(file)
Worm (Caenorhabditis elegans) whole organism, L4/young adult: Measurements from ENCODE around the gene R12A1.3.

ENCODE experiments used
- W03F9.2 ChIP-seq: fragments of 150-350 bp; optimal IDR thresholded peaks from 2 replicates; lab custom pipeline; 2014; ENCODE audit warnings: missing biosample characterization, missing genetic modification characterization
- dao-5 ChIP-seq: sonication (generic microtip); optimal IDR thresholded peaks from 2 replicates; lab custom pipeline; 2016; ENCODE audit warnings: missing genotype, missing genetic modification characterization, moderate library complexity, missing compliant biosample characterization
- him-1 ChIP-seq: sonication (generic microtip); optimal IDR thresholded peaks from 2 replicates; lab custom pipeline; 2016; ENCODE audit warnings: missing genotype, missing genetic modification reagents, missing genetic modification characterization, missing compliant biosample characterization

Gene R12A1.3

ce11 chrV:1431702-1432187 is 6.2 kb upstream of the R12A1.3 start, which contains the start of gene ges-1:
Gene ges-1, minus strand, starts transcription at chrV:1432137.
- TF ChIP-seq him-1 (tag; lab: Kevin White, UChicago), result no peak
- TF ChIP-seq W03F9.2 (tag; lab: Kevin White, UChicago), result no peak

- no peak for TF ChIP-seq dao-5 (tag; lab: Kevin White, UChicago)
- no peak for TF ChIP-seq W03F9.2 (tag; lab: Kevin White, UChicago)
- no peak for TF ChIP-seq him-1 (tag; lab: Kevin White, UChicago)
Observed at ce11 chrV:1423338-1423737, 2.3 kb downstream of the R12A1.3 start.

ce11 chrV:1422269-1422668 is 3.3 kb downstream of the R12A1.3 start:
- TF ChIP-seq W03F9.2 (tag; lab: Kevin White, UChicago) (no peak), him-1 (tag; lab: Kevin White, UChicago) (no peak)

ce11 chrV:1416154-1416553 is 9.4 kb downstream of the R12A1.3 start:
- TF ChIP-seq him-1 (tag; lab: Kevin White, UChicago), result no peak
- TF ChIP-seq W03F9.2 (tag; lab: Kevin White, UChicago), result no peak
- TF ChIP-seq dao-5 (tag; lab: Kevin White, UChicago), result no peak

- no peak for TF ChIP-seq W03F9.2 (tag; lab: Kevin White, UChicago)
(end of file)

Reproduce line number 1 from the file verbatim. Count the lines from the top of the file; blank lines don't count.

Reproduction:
Worm (Caenorhabditis elegans) whole organism, L4/young adult: Measurements from ENCODE around the gene R12A1.3.